Mental Accounting and Your Money

“Mr. and Mrs. L and Mr. and Mrs. H went on a fishing trip in the northwest and caught some salmon. They packed the fish and sent it home on an airline, but the fish were lost in transit. They received $300 from the airline. The couples take the money, go out to dinner and spend $225. They had never spent that much at a restaurant before.”

Richard H. Thaler (2008)
“A bonus or refund cheque is money you’ve earned. It’s not a gift from god…. A credit card needs to be paid. It is not a gift from a rich uncle….”

Adarsh Gopalakrishnan

Mental accounting, also known as “two-pocket” theory, is a behavioral bias that occurs when people put their money into separate categories, separating them into different mental accounts, based on, say, the source of the money, or the intent of the account. In the first quote above, according to Thaler (2008), the $300 bills were labeled as “windfall gain” and put into “food” accounts.

Game: Classical Theater Problem

  • Case 1: Imagine that you have decided to watch a movie tonight and you already purchased a ticket for $10. As you enter the theater, you discover that you have lost the ticket. The ticket office tells you they keep no records so you will have to purchase a new ticket to see the movie. Would you still pay $10 for another ticket?
  • Case 2: Imagine that you have decided to watch a movie tonight and the ticket is $10. As you enter the theater, you discover that have lost $10 bill on the way. Would you still pay $10 for a ticket for the movie?

This is the Kahneman and Tversky (1984) classical  theater ticket experiment (click here to get the full article). In their paper, 200 participants participated in the experiments. In the first case, 46% replied “Yes”, and 54% replied “No.” Meanwhile, in the second case, 88% said, “Yes,” and only 12% chose “No.”

Okay, that’s insane.

Why are people so much more willing to spend $10 when they lost $10 in cash, versus when they lost a $10 ticket? The answer is that people have a mental “movie ticket” account and when they have to buy a second ticket, they impute a total cost of $20 to the aggregate movie ticket transaction, and this is perceived as too much. The loss of cash, however, is perceived at the portfolio level of net worth, which is independent of the mental movie ticket account.

Applications in Finance:

Mental accounting and risk taking 

Although they shouldn’t be, equity investors and casino gamblers are affected by mental biases. We hear stories about lottery winners who go broke despite winning millions of dollars, and big winners at casinos who keep gambling and end up losing it all and more. Lotto winners are inclined to engage in more impulse spending because they mentally account the gains as “unexpected profits,” whereas, had they earned their profits via their day job, they would be less inclined to spend wildly. Lotto winners are willing to take more risks with unexpected gains, based on the “house money” effect. A study about how tax refund checks can boost consumption shows that average consumers will spend an additional $4,500 even when they received only a $1,800 tax refund (Click here to read the full article). This excessive spending is based on perceived gains in a “windfall” account.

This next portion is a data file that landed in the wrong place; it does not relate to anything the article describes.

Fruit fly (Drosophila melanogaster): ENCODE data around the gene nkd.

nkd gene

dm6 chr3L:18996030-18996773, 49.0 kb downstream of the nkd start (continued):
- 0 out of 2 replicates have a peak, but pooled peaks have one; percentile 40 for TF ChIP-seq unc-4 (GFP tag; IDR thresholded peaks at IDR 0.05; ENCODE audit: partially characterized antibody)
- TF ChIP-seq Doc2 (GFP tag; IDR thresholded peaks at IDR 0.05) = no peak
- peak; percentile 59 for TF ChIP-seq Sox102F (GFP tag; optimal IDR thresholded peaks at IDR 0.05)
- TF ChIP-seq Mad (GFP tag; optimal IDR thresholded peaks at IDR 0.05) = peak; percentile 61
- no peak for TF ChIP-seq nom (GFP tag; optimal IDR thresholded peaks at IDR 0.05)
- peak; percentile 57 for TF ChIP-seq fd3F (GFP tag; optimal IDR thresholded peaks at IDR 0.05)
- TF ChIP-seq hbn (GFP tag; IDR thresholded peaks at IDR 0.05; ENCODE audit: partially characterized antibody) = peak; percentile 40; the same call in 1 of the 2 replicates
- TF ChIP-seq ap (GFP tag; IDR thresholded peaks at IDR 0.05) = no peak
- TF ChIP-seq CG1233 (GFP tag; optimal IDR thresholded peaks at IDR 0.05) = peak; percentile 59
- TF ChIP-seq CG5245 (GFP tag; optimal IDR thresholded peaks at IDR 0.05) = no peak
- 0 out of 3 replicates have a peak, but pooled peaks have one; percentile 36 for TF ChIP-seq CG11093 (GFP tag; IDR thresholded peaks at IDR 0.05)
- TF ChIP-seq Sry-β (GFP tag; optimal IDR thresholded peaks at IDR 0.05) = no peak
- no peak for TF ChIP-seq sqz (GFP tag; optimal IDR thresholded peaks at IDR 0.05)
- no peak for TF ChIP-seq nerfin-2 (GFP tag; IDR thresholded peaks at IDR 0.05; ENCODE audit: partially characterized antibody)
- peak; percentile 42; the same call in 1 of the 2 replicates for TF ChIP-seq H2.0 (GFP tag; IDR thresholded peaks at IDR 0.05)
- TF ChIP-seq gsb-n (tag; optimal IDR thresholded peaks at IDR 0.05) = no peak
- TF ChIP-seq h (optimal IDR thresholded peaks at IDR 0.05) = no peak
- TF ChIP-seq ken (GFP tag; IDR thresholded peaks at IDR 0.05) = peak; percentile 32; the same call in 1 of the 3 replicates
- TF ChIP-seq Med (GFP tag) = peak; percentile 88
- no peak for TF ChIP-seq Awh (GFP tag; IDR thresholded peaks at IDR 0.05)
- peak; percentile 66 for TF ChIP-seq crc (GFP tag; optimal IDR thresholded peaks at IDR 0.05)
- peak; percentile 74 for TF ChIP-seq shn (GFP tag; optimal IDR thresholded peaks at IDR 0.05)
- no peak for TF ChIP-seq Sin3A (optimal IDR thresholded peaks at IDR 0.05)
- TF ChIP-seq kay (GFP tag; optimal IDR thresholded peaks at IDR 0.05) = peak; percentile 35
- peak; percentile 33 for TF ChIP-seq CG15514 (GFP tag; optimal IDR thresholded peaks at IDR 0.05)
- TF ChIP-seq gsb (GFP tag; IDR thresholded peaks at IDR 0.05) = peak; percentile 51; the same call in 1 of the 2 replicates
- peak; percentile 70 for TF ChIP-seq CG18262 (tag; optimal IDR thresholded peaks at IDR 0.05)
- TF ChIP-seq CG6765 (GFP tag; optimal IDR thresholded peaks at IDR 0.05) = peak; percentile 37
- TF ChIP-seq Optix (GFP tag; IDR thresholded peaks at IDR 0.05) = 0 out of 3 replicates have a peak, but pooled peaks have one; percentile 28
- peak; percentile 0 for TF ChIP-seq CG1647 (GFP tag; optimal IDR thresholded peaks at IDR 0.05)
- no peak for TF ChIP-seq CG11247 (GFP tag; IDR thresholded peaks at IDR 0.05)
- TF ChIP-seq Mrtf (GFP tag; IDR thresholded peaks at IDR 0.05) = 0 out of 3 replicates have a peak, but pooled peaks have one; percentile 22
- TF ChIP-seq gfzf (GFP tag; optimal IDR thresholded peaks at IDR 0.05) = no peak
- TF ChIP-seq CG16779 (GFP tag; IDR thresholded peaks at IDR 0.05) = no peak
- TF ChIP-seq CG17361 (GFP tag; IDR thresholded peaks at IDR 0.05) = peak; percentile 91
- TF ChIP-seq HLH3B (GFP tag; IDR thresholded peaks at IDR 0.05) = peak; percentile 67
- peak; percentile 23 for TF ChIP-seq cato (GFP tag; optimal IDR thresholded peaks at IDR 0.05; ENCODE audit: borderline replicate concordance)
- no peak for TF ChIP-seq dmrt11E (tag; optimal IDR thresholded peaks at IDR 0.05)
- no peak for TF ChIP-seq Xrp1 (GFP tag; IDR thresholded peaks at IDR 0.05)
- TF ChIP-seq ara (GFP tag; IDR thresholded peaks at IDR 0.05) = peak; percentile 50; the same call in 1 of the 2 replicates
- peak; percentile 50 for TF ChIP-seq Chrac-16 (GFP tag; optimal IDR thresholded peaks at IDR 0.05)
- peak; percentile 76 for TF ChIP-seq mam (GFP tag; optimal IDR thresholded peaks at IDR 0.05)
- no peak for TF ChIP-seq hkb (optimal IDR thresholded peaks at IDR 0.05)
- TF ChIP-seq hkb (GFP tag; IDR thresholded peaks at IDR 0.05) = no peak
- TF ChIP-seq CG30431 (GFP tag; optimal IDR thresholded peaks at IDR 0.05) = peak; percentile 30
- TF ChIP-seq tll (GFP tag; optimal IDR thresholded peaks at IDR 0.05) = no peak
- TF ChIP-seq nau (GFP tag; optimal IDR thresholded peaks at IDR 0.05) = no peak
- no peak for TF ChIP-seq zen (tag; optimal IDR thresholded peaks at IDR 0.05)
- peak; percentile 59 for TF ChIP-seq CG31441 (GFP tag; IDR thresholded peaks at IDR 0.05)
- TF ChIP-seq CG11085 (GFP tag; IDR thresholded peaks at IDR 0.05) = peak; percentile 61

Similarly, investors take different risks with money depending on its source. Money obtained from earning a salary and money associated with capital gains are treated differently. Capital gains make investors willing to enlarge their “affordable loss” level (how much they are willing to lose). Money that you earn by working may be more valuable to you, perhaps due to the trophy effect.  Your mental biases may lead you reach conclusions about value  inconsistently and irrationally.

Mental accounting and portfolio management
Money is fungible. Any dollar is exchangeable and substitutable for any other dollar, no matter its source or how it was obtained. Yet, due to mental accounting, we sometimes fall victim to so-called “fungibility violations,” when we treat some dollars differently from other dollars. When managing a portfolio and striving for diversification, scrutinize it for fungibility violations driven by mental accounting.
How to Spot the Fungibility Violation?

Here is an example from Thaler (2008) paper:

“Mr. and Mrs. J have saved $15,000 toward their dream vacation home. They hope to buy the home in five years. The money earns 10% in a money market account. They just bought a new car for $11,000 which they financed with a three-year car loan at 15%.”

Mr. and Mrs. J have effectively borrowed $11,000 at 15% and are reinvesting it at 10%, structurally locking in losses of 5%.

For example, if the couple simply took $11,000 from their $15,000, the cost of that $11,000 is the opportunity cost they forego, which is 10%–the amount they would have earned in the bank account–however, by taking out a loan of $11,000 at 15%, they investing $11,000 @ 10% in the bank account, “saving” for the house, and simultaneously borrowing 11,000 @ 15% to buy the house. On net, they are locking in a 5% cost on $11,000.

Focus on your entire portfolio; deploy capital optimally; and avoid burning money due to mental accounting!


  • Richard H. Thaler (2008), “Mental Accounting and Consumer Choice”, Marketing Science, Vol. 27, No. 1, 15-25
  • Deniel Kahnman and Amos Tversky (1983), “Choices, Values, and Frames”, American Psychologist, Vol. 39, No. 4 341-350